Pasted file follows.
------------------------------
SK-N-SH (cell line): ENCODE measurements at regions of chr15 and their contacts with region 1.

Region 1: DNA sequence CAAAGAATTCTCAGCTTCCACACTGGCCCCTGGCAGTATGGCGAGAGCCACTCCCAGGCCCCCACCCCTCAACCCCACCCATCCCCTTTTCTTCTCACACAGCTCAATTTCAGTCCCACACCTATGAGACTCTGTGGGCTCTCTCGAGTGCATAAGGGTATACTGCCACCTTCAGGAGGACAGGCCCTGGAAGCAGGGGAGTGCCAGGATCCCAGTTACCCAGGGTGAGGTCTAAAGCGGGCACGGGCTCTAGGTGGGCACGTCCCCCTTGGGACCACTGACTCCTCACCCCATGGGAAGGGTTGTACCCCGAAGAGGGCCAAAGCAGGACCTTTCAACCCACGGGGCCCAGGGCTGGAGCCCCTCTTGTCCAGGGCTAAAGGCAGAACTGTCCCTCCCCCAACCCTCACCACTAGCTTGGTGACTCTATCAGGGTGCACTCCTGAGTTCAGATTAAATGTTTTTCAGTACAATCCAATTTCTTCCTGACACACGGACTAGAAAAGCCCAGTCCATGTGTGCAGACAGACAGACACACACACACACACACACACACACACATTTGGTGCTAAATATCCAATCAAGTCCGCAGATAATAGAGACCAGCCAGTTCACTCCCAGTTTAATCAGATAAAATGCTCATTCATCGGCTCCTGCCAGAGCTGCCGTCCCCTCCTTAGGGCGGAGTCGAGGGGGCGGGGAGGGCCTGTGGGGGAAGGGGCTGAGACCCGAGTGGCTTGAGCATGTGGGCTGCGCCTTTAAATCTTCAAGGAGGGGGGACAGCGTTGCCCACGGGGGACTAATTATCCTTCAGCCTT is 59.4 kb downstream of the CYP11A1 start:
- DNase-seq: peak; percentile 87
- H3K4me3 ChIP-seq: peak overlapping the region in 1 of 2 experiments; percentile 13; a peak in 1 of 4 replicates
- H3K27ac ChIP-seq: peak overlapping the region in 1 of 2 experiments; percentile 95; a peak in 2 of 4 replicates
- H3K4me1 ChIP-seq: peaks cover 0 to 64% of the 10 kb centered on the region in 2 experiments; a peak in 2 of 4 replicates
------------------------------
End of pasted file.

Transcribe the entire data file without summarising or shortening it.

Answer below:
SK-N-SH (cell line): ENCODE measurements at regions of chr15 and their contacts with region 1.

Region 1: DNA sequence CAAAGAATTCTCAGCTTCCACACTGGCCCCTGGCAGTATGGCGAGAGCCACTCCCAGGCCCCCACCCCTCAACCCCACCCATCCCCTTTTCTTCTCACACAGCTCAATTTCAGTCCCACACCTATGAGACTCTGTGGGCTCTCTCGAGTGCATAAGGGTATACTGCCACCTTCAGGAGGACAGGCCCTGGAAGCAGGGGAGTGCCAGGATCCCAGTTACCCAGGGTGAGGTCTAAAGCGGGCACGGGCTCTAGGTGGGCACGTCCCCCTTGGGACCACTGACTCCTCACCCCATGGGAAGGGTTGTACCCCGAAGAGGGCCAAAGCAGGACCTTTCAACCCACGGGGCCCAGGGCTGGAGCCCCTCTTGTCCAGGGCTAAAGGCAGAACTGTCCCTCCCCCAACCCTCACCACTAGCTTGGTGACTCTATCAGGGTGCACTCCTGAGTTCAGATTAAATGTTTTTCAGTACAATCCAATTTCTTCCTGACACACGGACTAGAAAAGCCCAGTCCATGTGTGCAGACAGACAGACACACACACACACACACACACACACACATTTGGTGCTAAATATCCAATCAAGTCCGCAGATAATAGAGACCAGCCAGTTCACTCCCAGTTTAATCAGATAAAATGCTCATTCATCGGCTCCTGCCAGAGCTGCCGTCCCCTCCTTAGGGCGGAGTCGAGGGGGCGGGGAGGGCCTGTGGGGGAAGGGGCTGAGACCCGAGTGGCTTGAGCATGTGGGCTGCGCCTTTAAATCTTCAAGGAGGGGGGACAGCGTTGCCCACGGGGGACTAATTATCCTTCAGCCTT is 59.4 kb downstream of the CYP11A1 start:
- DNase-seq: peak; percentile 87
- H3K4me3 ChIP-seq: peak overlapping the region in 1 of 2 experiments; percentile 13; a peak in 1 of 4 replicates
- H3K27ac ChIP-seq: peak overlapping the region in 1 of 2 experiments; percentile 95; a peak in 2 of 4 replicates
- H3K4me1 ChIP-seq: peaks cover 0 to 64% of the 10 kb centered on the region in 2 experiments; a peak in 2 of 4 replicates